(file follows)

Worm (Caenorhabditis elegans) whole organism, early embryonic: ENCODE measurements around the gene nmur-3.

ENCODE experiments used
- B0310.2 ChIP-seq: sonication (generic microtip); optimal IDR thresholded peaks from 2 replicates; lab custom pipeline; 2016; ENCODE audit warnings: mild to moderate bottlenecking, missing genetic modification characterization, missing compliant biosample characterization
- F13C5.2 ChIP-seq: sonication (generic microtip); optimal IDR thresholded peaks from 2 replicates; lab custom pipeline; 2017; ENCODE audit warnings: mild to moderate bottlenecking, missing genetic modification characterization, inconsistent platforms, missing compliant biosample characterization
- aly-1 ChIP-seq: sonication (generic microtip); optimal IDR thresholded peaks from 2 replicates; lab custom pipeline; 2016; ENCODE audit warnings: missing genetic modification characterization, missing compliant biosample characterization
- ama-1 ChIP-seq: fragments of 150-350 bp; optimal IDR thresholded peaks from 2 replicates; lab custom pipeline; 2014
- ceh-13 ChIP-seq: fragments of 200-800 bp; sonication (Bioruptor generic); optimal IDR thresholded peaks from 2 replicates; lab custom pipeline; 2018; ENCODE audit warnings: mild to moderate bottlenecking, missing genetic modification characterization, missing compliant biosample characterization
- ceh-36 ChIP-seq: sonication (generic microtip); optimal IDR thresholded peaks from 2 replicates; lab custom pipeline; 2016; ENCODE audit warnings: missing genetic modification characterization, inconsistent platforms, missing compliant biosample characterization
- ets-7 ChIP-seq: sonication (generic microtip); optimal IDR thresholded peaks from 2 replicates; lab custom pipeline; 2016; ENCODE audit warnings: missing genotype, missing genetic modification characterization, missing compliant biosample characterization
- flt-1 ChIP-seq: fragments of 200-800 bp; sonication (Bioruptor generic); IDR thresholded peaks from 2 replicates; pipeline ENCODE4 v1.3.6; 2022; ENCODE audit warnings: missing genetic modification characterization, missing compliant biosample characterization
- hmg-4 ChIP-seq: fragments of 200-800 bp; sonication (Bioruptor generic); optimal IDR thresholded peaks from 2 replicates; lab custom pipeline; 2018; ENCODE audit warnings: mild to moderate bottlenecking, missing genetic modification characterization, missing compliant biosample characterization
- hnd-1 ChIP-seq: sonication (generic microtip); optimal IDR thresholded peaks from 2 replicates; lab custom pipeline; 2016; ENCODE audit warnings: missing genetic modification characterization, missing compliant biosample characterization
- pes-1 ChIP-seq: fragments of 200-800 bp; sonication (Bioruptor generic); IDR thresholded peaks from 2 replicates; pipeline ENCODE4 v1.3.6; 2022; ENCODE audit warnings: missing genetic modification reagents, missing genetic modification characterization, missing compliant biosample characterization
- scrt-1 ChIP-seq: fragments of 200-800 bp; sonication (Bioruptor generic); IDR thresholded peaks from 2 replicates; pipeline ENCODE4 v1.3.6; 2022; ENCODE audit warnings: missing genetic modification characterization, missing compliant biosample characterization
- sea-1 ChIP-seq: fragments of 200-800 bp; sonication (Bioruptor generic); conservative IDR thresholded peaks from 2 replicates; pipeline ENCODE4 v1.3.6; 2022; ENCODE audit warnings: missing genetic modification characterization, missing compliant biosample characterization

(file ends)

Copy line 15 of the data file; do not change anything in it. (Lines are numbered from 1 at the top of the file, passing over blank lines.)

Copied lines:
- sea-1 ChIP-seq: fragments of 200-800 bp; sonication (Bioruptor generic); conservative IDR thresholded peaks from 2 replicates; pipeline ENCODE4 v1.3.6; 2022; ENCODE audit warnings: missing genetic modification characterization, missing compliant biosample characterization